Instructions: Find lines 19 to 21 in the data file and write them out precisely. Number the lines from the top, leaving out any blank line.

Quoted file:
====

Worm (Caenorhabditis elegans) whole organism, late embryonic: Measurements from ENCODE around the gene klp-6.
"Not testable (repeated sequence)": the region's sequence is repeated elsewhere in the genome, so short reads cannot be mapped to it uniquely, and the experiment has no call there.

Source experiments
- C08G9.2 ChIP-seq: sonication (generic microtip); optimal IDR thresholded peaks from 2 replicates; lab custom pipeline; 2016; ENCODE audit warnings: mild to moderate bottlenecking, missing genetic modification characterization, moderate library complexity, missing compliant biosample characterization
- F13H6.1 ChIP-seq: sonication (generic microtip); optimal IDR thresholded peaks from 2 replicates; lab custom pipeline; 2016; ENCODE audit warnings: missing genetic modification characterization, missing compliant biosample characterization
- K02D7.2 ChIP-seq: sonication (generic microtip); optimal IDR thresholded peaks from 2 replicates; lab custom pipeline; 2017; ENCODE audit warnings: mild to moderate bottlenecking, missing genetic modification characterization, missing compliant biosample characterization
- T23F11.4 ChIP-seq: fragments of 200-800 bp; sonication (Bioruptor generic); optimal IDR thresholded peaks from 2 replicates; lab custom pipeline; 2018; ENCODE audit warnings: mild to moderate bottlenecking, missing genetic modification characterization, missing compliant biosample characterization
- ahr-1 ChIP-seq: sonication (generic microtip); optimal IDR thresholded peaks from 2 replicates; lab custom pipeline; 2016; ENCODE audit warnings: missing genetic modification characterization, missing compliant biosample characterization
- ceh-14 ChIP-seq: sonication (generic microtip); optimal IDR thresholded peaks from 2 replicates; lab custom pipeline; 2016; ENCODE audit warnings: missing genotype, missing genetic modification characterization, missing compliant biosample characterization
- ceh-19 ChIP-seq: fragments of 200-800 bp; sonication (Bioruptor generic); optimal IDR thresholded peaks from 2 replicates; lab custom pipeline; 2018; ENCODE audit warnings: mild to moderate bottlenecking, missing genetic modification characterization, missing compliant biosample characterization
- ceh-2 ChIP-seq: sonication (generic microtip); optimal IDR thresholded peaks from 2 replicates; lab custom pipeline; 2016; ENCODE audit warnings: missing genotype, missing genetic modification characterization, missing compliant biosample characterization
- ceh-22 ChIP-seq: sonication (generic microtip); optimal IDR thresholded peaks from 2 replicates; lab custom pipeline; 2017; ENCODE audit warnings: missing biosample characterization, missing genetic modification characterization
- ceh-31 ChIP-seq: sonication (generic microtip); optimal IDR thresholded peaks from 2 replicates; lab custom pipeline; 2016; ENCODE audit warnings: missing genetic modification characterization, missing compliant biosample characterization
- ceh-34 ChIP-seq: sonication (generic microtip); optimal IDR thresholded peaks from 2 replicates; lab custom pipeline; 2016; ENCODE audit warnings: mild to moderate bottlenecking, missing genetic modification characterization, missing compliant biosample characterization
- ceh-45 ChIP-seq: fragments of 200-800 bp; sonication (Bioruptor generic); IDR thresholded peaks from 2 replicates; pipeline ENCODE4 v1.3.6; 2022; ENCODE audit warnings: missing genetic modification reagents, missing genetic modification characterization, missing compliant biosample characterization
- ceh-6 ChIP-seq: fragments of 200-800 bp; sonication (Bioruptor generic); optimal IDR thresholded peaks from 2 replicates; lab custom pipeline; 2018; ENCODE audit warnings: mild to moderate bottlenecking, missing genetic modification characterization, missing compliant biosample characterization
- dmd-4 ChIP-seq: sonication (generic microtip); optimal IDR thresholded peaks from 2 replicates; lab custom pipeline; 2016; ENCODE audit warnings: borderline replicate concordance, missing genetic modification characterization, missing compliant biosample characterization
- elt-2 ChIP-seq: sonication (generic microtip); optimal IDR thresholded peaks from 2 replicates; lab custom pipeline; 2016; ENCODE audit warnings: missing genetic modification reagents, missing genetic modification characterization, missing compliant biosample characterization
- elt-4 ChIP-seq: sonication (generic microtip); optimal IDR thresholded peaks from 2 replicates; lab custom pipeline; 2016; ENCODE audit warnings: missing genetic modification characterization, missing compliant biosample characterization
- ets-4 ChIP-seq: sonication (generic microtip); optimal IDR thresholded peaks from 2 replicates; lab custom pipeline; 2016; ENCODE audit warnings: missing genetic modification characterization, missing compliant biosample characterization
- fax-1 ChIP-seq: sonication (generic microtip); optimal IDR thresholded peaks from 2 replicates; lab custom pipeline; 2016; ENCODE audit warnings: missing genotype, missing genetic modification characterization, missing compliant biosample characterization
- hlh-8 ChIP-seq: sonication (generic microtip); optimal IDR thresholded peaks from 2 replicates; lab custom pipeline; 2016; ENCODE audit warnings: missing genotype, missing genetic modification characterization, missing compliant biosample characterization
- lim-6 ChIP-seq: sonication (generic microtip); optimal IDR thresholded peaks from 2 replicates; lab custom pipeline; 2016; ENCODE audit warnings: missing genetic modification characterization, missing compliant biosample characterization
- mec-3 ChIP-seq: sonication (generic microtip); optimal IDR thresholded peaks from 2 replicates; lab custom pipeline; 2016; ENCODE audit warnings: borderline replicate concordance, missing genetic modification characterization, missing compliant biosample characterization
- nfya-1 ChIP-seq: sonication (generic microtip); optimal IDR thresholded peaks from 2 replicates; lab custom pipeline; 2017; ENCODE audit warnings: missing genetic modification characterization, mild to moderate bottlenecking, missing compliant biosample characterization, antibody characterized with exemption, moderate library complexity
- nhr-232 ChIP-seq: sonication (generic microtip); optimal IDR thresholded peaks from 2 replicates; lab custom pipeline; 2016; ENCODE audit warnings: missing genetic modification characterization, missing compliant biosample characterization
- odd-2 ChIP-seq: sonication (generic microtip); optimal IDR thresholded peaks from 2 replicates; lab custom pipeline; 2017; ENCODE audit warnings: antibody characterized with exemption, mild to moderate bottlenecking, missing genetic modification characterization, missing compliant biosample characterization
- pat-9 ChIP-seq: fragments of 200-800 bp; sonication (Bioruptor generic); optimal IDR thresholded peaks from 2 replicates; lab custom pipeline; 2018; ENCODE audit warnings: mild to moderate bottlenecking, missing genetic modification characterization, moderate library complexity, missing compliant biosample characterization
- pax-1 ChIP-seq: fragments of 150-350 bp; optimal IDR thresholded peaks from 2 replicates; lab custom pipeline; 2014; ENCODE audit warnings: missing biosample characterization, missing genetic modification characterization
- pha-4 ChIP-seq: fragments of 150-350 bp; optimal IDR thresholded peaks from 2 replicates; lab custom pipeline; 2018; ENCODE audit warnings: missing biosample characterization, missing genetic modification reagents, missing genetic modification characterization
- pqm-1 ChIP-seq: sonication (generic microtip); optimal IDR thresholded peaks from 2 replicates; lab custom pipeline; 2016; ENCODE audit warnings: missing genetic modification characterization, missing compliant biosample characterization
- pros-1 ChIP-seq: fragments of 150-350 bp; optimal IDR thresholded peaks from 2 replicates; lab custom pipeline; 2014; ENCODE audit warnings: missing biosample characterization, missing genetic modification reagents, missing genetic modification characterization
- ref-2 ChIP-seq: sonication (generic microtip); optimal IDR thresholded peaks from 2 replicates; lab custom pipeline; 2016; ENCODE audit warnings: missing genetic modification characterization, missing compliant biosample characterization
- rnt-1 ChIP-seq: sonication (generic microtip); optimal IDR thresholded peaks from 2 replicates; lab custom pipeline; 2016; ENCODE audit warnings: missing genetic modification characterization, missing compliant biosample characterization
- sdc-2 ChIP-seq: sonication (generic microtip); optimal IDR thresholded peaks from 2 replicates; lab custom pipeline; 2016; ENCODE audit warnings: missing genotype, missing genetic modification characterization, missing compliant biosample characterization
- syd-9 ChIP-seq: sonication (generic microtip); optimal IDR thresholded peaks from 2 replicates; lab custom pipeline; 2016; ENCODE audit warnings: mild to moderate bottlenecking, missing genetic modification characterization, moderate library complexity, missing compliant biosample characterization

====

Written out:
- elt-4 ChIP-seq: sonication (generic microtip); optimal IDR thresholded peaks from 2 replicates; lab custom pipeline; 2016; ENCODE audit warnings: missing genetic modification characterization, missing compliant biosample characterization
- ets-4 ChIP-seq: sonication (generic microtip); optimal IDR thresholded peaks from 2 replicates; lab custom pipeline; 2016; ENCODE audit warnings: missing genetic modification characterization, missing compliant biosample characterization
- fax-1 ChIP-seq: sonication (generic microtip); optimal IDR thresholded peaks from 2 replicates; lab custom pipeline; 2016; ENCODE audit warnings: missing genotype, missing genetic modification characterization, missing compliant biosample characterization